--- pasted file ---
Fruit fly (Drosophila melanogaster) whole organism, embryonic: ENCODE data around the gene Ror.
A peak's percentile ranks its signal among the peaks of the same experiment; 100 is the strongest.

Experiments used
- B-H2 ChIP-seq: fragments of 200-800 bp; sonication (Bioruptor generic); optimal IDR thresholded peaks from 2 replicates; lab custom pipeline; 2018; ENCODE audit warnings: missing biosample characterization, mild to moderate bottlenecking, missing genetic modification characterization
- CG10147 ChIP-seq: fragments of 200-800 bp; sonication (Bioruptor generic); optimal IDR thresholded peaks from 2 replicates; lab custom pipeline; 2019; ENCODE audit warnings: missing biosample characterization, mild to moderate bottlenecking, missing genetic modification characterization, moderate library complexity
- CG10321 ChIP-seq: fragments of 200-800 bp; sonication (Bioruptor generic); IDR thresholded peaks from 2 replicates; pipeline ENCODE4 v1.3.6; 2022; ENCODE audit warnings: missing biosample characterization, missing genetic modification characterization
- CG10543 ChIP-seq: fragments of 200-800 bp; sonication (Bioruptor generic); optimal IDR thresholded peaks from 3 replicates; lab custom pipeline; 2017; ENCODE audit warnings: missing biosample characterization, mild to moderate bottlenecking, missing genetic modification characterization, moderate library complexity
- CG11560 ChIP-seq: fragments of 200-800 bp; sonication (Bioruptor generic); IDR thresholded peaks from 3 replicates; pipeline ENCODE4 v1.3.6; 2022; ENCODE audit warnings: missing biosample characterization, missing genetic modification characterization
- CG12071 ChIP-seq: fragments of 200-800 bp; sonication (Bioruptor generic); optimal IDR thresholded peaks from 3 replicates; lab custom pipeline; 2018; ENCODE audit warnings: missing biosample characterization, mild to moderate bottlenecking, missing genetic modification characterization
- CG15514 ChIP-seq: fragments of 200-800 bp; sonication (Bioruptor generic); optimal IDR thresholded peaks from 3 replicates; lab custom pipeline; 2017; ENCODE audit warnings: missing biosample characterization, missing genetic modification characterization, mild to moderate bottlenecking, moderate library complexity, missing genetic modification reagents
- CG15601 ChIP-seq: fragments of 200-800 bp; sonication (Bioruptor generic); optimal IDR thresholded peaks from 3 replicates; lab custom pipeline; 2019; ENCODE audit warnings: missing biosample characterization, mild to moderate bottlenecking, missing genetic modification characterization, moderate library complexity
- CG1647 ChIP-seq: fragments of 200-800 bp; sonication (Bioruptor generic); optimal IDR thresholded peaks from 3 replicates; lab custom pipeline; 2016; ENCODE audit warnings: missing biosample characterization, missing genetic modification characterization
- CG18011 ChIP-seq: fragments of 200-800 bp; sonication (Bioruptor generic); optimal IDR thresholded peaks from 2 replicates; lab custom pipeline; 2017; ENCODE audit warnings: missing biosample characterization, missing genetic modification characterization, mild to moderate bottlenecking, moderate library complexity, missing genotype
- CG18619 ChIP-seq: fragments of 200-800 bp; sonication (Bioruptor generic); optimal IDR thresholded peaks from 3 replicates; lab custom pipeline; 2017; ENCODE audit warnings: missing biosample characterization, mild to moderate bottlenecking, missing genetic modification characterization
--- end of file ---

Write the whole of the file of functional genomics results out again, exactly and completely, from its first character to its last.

Fruit fly (Drosophila melanogaster) whole organism, embryonic: ENCODE data around the gene Ror.
A peak's percentile ranks its signal among the peaks of the same experiment; 100 is the strongest.

Experiments used
- B-H2 ChIP-seq: fragments of 200-800 bp; sonication (Bioruptor generic); optimal IDR thresholded peaks from 2 replicates; lab custom pipeline; 2018; ENCODE audit warnings: missing biosample characterization, mild to moderate bottlenecking, missing genetic modification characterization
- CG10147 ChIP-seq: fragments of 200-800 bp; sonication (Bioruptor generic); optimal IDR thresholded peaks from 2 replicates; lab custom pipeline; 2019; ENCODE audit warnings: missing biosample characterization, mild to moderate bottlenecking, missing genetic modification characterization, moderate library complexity
- CG10321 ChIP-seq: fragments of 200-800 bp; sonication (Bioruptor generic); IDR thresholded peaks from 2 replicates; pipeline ENCODE4 v1.3.6; 2022; ENCODE audit warnings: missing biosample characterization, missing genetic modification characterization
- CG10543 ChIP-seq: fragments of 200-800 bp; sonication (Bioruptor generic); optimal IDR thresholded peaks from 3 replicates; lab custom pipeline; 2017; ENCODE audit warnings: missing biosample characterization, mild to moderate bottlenecking, missing genetic modification characterization, moderate library complexity
- CG11560 ChIP-seq: fragments of 200-800 bp; sonication (Bioruptor generic); IDR thresholded peaks from 3 replicates; pipeline ENCODE4 v1.3.6; 2022; ENCODE audit warnings: missing biosample characterization, missing genetic modification characterization
- CG12071 ChIP-seq: fragments of 200-800 bp; sonication (Bioruptor generic); optimal IDR thresholded peaks from 3 replicates; lab custom pipeline; 2018; ENCODE audit warnings: missing biosample characterization, mild to moderate bottlenecking, missing genetic modification characterization
- CG15514 ChIP-seq: fragments of 200-800 bp; sonication (Bioruptor generic); optimal IDR thresholded peaks from 3 replicates; lab custom pipeline; 2017; ENCODE audit warnings: missing biosample characterization, missing genetic modification characterization, mild to moderate bottlenecking, moderate library complexity, missing genetic modification reagents
- CG15601 ChIP-seq: fragments of 200-800 bp; sonication (Bioruptor generic); optimal IDR thresholded peaks from 3 replicates; lab custom pipeline; 2019; ENCODE audit warnings: missing biosample characterization, mild to moderate bottlenecking, missing genetic modification characterization, moderate library complexity
- CG1647 ChIP-seq: fragments of 200-800 bp; sonication (Bioruptor generic); optimal IDR thresholded peaks from 3 replicates; lab custom pipeline; 2016; ENCODE audit warnings: missing biosample characterization, missing genetic modification characterization
- CG18011 ChIP-seq: fragments of 200-800 bp; sonication (Bioruptor generic); optimal IDR thresholded peaks from 2 replicates; lab custom pipeline; 2017; ENCODE audit warnings: missing biosample characterization, missing genetic modification characterization, mild to moderate bottlenecking, moderate library complexity, missing genotype
- CG18619 ChIP-seq: fragments of 200-800 bp; sonication (Bioruptor generic); optimal IDR thresholded peaks from 3 replicates; lab custom pipeline; 2017; ENCODE audit warnings: missing biosample characterization, mild to moderate bottlenecking, missing genetic modification characterization